We had dinner in Ristorante Pizzeria S. Martino—a nice Italian restaurant with a good selection of pizzas. I had a nice gnocchi dinner, followed by a horrible marshmallow ice-cream (which tasted of bubble-gum).

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A Day in Sintra

A Day in Sintra.

On a clear day, you can see Sintra from Lisbon. Husband suggested that we spent a day there, but a quick perusal of his guidebook, and we all declined, as it looked boring. The following morning at breakfast, M said his Portuguese friend had said we should definitely visit, and he’d checked on the internet, and it looked really interesting. He showed us exciting pictures of deep wells you could walk down, and fairy castles, and we all decided to go. Husband said very little.

Most online reports about Sintra said you shouldn’t drive, as there is nowhere to park and the walk to the palace is very steep. However, most online reports were written by tour companies, who earn their living transporting people to the palace, so we ignored them and drove. Parking in Sintra was something of a challenge, because although there was a massive car-park (where a person could lose their car for several days) there were not many spaces. As people returned to their cars, a man rushed to stand in the space, and his friend then guided arriving cars to that space and charged a fee. We managed to avoid both scammers and a fee, by following a returning parked pedestrian, and then parking in their spot.

R then led us down lots of hills, and then up the same hills, to Quinta da Regaleira. This had very pretty grottos and follies, and way too many tourists. The best thing was the Tower of Initiation, which was the deep well we’d seen in pictures. It looked better in the pictures than in real life.

I wore practical clothes/shoes for the trip. I avoided full-length photos. However, as our next task was to walk up a mountain, I was quite pleased I had worn my big trainers. We walked up (a lot of up) a narrow cobbled road, diving into bushes to avoid the coaches which filled the whole space, and tuk-tuks whizzing down, so you hoped the 10 year old driving had good brakes. I think these are the people who wrote those reports.

We reached the palace, and more long queues. There were queues to buy tickets, then queues to enter the grounds, followed by a super-long queue to enter the actual palace. To increase the challenge further, there were two queues to buy tickets—one to a ticket office and one to a machine. Quick family discussion to decide strategy (not my genes) then family split; satellite group going to machine queue, main group staying in line for ticket office. Can life get more exciting? (If you prefer a less exciting trip, you can save time and buy tickets online at home.)

The castle was amazing. Ferdinand Ⅱ built it as a summer palace for the royal family. He commissioned Eschwege, a German architect who was well travelled and wanted to incorporate lots of different elements. It has parts that show Islamic influence, as well as Medieval elements. He said he wanted it to be like an opera—and it sort of is. It was completed in 1854. The last queen of Portugal, Queen Amelia, spent her last night here before she fled to Brazil. It really is amazing—sort of Taj Mahal meets Disney.
However, there were too many people, and too many queues. Some rude people managed to push in and not queue (clear psychopathic tendencies) so I took their photographs.

The inside of the palace was pretty, but with so many visitors it reminded me of the slow shuffle through the Vatican, and it wasn’t as worth seeing. The best part is the outside.

There is lots more to do in the area, like the Castle of the Moors, and of course the palace gardens and Sintra itself. But we were tired by the time we’d seen inside the palace, so we returned to the hotel via about 25 different motorways (car has a weird SatNav).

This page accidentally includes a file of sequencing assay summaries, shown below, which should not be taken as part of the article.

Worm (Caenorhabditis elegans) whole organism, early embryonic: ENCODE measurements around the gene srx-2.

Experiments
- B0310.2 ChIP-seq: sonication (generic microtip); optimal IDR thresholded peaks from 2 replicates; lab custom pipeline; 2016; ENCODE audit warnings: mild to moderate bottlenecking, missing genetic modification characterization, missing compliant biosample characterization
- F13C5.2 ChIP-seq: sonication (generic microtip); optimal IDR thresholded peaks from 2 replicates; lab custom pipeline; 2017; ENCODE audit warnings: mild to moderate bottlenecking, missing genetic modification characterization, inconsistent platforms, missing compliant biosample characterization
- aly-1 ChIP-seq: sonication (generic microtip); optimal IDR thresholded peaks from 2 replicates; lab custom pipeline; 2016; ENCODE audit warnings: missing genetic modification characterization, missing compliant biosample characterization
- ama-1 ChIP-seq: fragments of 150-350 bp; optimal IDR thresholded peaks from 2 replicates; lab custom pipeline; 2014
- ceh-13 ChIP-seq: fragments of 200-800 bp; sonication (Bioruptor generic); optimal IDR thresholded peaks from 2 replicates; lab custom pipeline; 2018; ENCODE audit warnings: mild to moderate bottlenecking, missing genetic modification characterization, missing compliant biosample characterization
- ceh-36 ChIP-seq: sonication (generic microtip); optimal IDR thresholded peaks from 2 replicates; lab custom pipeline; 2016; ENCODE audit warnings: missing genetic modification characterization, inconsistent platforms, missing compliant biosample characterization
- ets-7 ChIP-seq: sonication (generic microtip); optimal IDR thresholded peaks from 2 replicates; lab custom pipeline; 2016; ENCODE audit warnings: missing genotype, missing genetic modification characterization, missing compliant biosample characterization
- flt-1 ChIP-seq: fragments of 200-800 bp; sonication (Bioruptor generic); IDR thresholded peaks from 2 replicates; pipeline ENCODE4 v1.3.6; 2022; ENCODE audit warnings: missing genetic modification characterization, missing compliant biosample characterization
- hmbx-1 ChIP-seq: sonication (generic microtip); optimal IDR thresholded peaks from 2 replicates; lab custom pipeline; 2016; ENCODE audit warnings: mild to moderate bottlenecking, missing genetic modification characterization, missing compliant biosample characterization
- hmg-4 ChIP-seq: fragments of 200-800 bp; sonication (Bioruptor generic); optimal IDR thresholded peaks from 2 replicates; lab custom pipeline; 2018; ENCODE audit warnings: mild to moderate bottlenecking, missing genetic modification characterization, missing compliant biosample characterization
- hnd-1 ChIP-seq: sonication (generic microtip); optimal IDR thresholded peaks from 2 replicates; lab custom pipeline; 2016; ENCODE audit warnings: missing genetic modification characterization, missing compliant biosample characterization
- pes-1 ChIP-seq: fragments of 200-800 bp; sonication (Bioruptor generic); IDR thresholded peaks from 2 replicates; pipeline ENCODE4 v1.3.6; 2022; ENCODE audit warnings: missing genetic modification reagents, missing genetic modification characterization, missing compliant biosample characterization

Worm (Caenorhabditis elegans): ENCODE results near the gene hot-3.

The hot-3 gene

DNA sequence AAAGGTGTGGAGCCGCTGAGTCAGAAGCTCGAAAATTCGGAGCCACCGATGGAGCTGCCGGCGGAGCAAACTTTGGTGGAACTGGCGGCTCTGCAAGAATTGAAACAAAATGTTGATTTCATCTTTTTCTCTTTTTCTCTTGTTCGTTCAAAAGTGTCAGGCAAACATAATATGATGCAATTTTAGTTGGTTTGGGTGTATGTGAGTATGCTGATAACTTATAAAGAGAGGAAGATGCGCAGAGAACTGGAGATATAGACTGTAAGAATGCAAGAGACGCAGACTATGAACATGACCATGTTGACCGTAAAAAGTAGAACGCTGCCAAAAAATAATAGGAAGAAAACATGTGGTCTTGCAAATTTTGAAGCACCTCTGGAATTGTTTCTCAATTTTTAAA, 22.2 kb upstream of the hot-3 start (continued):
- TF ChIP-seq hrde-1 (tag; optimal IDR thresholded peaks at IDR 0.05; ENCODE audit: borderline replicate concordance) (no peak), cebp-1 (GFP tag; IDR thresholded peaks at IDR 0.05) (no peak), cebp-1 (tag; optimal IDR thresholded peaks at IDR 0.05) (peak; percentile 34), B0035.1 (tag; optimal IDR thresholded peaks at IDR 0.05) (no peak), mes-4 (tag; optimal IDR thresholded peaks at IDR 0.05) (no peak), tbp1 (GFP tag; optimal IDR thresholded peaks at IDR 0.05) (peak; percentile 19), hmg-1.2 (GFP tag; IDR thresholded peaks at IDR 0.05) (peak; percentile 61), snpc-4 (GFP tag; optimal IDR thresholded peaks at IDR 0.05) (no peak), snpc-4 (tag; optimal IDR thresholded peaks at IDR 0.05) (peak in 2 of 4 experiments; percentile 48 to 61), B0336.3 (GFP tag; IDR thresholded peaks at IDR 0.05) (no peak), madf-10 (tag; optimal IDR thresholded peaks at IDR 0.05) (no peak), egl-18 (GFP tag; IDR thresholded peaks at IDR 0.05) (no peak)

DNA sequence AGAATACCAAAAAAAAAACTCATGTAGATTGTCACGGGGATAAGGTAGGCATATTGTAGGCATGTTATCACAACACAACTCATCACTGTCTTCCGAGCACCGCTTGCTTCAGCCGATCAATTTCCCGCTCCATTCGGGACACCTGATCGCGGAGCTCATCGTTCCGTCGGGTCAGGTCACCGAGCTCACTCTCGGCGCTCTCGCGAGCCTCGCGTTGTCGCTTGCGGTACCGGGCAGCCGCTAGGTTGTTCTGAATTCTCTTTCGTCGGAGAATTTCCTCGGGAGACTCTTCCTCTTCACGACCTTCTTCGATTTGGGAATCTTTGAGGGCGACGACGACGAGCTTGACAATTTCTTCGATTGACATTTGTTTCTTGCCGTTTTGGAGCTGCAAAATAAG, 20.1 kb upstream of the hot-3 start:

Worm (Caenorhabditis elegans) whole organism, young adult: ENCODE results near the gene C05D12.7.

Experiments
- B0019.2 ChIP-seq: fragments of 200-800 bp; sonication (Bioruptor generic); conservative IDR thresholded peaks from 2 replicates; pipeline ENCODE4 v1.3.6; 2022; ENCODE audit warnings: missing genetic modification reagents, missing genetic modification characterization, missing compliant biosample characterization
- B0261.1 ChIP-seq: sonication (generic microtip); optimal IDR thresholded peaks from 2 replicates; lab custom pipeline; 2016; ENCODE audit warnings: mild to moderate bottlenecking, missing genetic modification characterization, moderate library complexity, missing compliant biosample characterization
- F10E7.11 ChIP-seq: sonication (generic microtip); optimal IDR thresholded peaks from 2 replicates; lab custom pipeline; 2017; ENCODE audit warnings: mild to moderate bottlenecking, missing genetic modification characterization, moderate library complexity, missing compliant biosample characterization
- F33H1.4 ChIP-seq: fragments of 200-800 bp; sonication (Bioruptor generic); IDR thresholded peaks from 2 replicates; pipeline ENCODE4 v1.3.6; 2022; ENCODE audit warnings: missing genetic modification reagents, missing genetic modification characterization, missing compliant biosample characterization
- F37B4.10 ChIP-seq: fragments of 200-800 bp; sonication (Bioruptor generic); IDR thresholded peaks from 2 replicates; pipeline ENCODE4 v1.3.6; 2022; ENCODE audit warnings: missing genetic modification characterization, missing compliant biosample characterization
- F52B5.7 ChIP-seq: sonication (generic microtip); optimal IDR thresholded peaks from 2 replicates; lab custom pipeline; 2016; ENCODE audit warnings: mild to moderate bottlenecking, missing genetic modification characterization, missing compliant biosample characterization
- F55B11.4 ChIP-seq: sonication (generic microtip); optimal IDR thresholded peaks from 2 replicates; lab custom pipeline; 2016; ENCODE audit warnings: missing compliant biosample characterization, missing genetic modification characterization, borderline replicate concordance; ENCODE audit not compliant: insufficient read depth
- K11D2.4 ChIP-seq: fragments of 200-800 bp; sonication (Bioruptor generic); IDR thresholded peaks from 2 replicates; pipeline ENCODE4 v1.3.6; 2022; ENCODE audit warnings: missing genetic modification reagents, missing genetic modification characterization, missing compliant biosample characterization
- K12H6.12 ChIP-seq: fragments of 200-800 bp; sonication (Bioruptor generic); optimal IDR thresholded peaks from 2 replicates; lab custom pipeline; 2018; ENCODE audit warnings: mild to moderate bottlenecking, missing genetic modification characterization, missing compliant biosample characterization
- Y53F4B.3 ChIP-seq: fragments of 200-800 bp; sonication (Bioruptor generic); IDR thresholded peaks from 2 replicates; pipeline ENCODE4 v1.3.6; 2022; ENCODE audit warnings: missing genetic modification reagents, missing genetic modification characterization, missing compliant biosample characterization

We rested at the hotel for about 3½ minutes, then went back into Lisbon. J bought a fridge magnet, then found a better one, so bought that too. I bought a cork cushion cover for way more money than I’d planned.
We ate in Figu’s. Husband and J shared a ‘seafood rice’, which was a sort of paella with massive prawns and half lobsters. It looked fun. The boys drank 1L beers, so everything looked fun to them.

A nice day, if somewhat exhausting. Thank you for reading. We plan to drive down to the Algarve next.
Hope you have a nice week.
Love, Anne x

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Anne E. Thompson has written several novels, available from bookshops and Amazon.

A Day in Lisbon

Lisbon in a Day (because everyone was ill for the other days!)

Everyone was better, so we caught a metro into the city. We walked through the old part of the city, saw some squares, found the castle. J couldn’t find a fridge magnet that matched his set. I couldn’t find a cork cushion cover. We did however, find a queue. We weren’t sure what the queue was for, but we’re British, we joined it. Turned out it was for the castle (8 euros) so all good.

The castle had great views of the city and very long lines for the washrooms.

We walked back along shiny cobbled streets, trying to not slip. Flat summer shoes are bit of a problem in Portugal, as they tend to have slippery soles, and most of the streets are shiny cobbles. Heels would be worse. I think the best footwear would be wellies really.

We ate lunch at Comidas de Santigo. When we sat down, they brought us bread, olives and fishcakes. Luckily, we noticed on the menu that each item, including the butter pats, were charged for. I am used to paying a cover charge when abroad, but an extra €20 seemed a little steep. We asked for them to be removed.

While waiting for our order to arrive, Factoid Boy explained that food cravings are actually due to the bacteria in the gut. So if, for example, you stop eating a food type (sugar) for 3 months, that bacteria (the sugar-eating bacteria) dies, and you don’t crave it anymore. This information enhanced our meal no end.

We went back to the hotel. The family swam in the pool, I did a quick Google search for postboxes in Porto. I can happily report that the sculpture where we posted our cards is also a real postbox.